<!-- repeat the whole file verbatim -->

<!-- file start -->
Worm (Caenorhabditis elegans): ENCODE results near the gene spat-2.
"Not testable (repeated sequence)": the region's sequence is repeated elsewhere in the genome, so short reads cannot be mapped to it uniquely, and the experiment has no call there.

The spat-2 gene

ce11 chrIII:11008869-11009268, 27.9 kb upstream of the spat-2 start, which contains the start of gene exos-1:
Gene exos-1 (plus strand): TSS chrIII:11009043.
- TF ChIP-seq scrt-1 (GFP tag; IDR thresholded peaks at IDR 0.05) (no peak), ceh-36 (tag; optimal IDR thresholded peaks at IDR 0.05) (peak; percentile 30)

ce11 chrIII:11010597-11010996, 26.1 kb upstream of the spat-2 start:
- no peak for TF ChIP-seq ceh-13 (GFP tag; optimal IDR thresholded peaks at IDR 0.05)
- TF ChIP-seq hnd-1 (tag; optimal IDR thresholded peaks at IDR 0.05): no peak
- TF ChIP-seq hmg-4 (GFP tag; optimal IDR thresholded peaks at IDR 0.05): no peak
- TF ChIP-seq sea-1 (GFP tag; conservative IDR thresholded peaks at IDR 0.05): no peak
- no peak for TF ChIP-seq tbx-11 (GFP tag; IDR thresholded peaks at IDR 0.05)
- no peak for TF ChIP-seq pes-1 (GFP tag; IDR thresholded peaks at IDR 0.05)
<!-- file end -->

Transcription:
Worm (Caenorhabditis elegans): ENCODE results near the gene spat-2.
"Not testable (repeated sequence)": the region's sequence is repeated elsewhere in the genome, so short reads cannot be mapped to it uniquely, and the experiment has no call there.

The spat-2 gene

ce11 chrIII:11008869-11009268, 27.9 kb upstream of the spat-2 start, which contains the start of gene exos-1:
Gene exos-1 (plus strand): TSS chrIII:11009043.
- TF ChIP-seq scrt-1 (GFP tag; IDR thresholded peaks at IDR 0.05) (no peak), ceh-36 (tag; optimal IDR thresholded peaks at IDR 0.05) (peak; percentile 30)

ce11 chrIII:11010597-11010996, 26.1 kb upstream of the spat-2 start:
- no peak for TF ChIP-seq ceh-13 (GFP tag; optimal IDR thresholded peaks at IDR 0.05)
- TF ChIP-seq hnd-1 (tag; optimal IDR thresholded peaks at IDR 0.05): no peak
- TF ChIP-seq hmg-4 (GFP tag; optimal IDR thresholded peaks at IDR 0.05): no peak
- TF ChIP-seq sea-1 (GFP tag; conservative IDR thresholded peaks at IDR 0.05): no peak
- no peak for TF ChIP-seq tbx-11 (GFP tag; IDR thresholded peaks at IDR 0.05)
- no peak for TF ChIP-seq pes-1 (GFP tag; IDR thresholded peaks at IDR 0.05)